SEC to avoid enforcement of Trump-era proxy adviser rules


The US Securities and Exchange Commission on Tuesday mentioned it won’t implement Trump-era rules for shareholder advisory companies, dealing a blow to firms similar to ExxonMobil which have argued proxy advisers wield an excessive amount of energy.

In a press release, fee chair Gary Gensler mentioned he has requested the company’s workers to revisit restrictions for proxy advisers that the fee adopted in July 2020. The workers must also rethink steerage geared toward defanging proxy advisers that the company revealed in 2019, he mentioned.

The SEC mentioned “it will not recommend enforcement action” primarily based on the company’s 2019 steerage for proxy advisers and the 2020 rules, now that the fee “is considering further regulatory action in this area”.

Gensler’s determination marks a win for Institutional Shareholder Services and Glass Lewis — the 2 largest proxy adviser companies. Public firms represented by the Business Roundtable and US Chamber of Commerce had lobbied the SEC to impose rules on the proxy advisers.

But traders — who use proxy adviser suggestions to vote on company boardroom issues — cheered the SEC’s motion.

“It’s Christmas in June for investors,” mentioned Amy Borrus, government director of the Council of Institutional Investors. “SEC chair Gensler’s decision today for the agency to consider revisiting its controversial actions on proxy advice is a big win for investors and the proxy advisory firms that would have been shackled by the regulatory regime the commission approved in the previous administration.”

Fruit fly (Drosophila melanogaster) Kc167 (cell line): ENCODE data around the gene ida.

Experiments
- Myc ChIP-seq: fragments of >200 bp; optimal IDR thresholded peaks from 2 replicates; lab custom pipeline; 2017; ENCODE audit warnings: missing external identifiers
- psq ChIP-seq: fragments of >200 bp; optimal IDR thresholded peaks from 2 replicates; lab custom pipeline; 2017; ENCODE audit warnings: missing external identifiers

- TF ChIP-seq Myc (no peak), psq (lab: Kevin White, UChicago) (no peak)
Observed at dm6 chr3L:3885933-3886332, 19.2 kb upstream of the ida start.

ISS sued the SEC to cease its steerage and the 2020 rules, and that case remains to be pending in courtroom. Oral arguments are scheduled for June 7. The SEC’s proxy adviser rules are anticipated to saddle ISS and Glass Lewis with new authorized prices.

“We welcome the SEC’s announced decision to consider revisiting its proxy adviser rulemaking,” ISS mentioned in a press release.

ISS and Glass Lewis present traders with recommendation on how to vote on company points starting from local weather change disclosures to the election of board members, and their suggestions could be influential.

ISS and Glass Lewis respectively endorsed three and two nominees to the ExxonMobil board put ahead by activist hedge fund Engine No 1 Last week. At least two of the nominees had been confirmed to have received seats.

In a 2020 letter to the SEC, Exxon additionally mentioned it supported the company’s rules for proxy advisers.

Dennis Kelleher, president of the advocacy group Better Markets, mentioned: “The actions by Trump’s SEC were wrong and likely illegal. Given that the SEC exists to protect investors, not incumbent management, today’s actions properly begin the process to restore investors’ rights and re-empower investors.”



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